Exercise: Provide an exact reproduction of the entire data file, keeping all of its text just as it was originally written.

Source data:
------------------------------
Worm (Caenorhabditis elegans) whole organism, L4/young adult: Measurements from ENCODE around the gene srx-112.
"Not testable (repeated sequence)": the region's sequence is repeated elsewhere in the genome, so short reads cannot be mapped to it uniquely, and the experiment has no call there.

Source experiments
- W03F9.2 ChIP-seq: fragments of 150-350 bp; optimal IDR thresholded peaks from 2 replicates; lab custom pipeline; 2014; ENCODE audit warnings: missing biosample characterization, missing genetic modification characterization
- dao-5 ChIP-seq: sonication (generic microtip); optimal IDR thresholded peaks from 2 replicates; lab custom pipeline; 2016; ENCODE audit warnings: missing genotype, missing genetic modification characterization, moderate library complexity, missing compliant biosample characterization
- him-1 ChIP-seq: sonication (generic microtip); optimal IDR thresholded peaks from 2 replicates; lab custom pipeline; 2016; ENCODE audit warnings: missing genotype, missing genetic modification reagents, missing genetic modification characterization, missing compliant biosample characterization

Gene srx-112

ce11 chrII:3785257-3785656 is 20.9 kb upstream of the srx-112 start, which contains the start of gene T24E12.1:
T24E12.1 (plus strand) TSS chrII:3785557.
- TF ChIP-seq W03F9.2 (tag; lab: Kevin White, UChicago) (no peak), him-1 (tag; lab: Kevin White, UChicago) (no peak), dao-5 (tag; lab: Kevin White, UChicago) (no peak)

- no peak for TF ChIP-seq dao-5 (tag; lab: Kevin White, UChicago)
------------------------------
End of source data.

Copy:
Worm (Caenorhabditis elegans) whole organism, L4/young adult: Measurements from ENCODE around the gene srx-112.
"Not testable (repeated sequence)": the region's sequence is repeated elsewhere in the genome, so short reads cannot be mapped to it uniquely, and the experiment has no call there.

Source experiments
- W03F9.2 ChIP-seq: fragments of 150-350 bp; optimal IDR thresholded peaks from 2 replicates; lab custom pipeline; 2014; ENCODE audit warnings: missing biosample characterization, missing genetic modification characterization
- dao-5 ChIP-seq: sonication (generic microtip); optimal IDR thresholded peaks from 2 replicates; lab custom pipeline; 2016; ENCODE audit warnings: missing genotype, missing genetic modification characterization, moderate library complexity, missing compliant biosample characterization
- him-1 ChIP-seq: sonication (generic microtip); optimal IDR thresholded peaks from 2 replicates; lab custom pipeline; 2016; ENCODE audit warnings: missing genotype, missing genetic modification reagents, missing genetic modification characterization, missing compliant biosample characterization

Gene srx-112

ce11 chrII:3785257-3785656 is 20.9 kb upstream of the srx-112 start, which contains the start of gene T24E12.1:
T24E12.1 (plus strand) TSS chrII:3785557.
- TF ChIP-seq W03F9.2 (tag; lab: Kevin White, UChicago) (no peak), him-1 (tag; lab: Kevin White, UChicago) (no peak), dao-5 (tag; lab: Kevin White, UChicago) (no peak)

- no peak for TF ChIP-seq dao-5 (tag; lab: Kevin White, UChicago)